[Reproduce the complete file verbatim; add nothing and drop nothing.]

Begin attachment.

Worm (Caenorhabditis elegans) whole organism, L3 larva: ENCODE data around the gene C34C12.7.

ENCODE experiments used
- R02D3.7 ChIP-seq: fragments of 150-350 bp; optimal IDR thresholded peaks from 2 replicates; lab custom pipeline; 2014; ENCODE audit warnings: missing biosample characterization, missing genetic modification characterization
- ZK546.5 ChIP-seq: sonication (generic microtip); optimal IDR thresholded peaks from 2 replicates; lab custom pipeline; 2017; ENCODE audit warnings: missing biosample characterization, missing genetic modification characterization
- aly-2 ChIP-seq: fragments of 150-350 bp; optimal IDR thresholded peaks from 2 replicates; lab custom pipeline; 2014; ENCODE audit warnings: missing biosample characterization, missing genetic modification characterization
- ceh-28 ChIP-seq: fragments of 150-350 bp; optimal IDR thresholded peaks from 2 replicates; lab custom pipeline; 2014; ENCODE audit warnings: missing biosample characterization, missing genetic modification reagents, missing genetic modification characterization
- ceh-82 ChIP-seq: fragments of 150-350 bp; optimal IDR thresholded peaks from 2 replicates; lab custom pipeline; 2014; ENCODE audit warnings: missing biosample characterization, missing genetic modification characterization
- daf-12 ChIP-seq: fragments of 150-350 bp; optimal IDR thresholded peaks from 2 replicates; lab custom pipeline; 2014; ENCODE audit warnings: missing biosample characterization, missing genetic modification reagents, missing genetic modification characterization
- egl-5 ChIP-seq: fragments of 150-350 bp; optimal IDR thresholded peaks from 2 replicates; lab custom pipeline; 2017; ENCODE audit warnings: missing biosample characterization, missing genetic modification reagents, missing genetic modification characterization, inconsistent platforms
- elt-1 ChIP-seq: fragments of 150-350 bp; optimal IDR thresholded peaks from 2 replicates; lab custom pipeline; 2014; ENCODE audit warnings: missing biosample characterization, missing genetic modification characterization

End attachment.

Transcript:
Worm (Caenorhabditis elegans) whole organism, L3 larva: ENCODE data around the gene C34C12.7.

ENCODE experiments used
- R02D3.7 ChIP-seq: fragments of 150-350 bp; optimal IDR thresholded peaks from 2 replicates; lab custom pipeline; 2014; ENCODE audit warnings: missing biosample characterization, missing genetic modification characterization
- ZK546.5 ChIP-seq: sonication (generic microtip); optimal IDR thresholded peaks from 2 replicates; lab custom pipeline; 2017; ENCODE audit warnings: missing biosample characterization, missing genetic modification characterization
- aly-2 ChIP-seq: fragments of 150-350 bp; optimal IDR thresholded peaks from 2 replicates; lab custom pipeline; 2014; ENCODE audit warnings: missing biosample characterization, missing genetic modification characterization
- ceh-28 ChIP-seq: fragments of 150-350 bp; optimal IDR thresholded peaks from 2 replicates; lab custom pipeline; 2014; ENCODE audit warnings: missing biosample characterization, missing genetic modification reagents, missing genetic modification characterization
- ceh-82 ChIP-seq: fragments of 150-350 bp; optimal IDR thresholded peaks from 2 replicates; lab custom pipeline; 2014; ENCODE audit warnings: missing biosample characterization, missing genetic modification characterization
- daf-12 ChIP-seq: fragments of 150-350 bp; optimal IDR thresholded peaks from 2 replicates; lab custom pipeline; 2014; ENCODE audit warnings: missing biosample characterization, missing genetic modification reagents, missing genetic modification characterization
- egl-5 ChIP-seq: fragments of 150-350 bp; optimal IDR thresholded peaks from 2 replicates; lab custom pipeline; 2017; ENCODE audit warnings: missing biosample characterization, missing genetic modification reagents, missing genetic modification characterization, inconsistent platforms
- elt-1 ChIP-seq: fragments of 150-350 bp; optimal IDR thresholded peaks from 2 replicates; lab custom pipeline; 2014; ENCODE audit warnings: missing biosample characterization, missing genetic modification characterization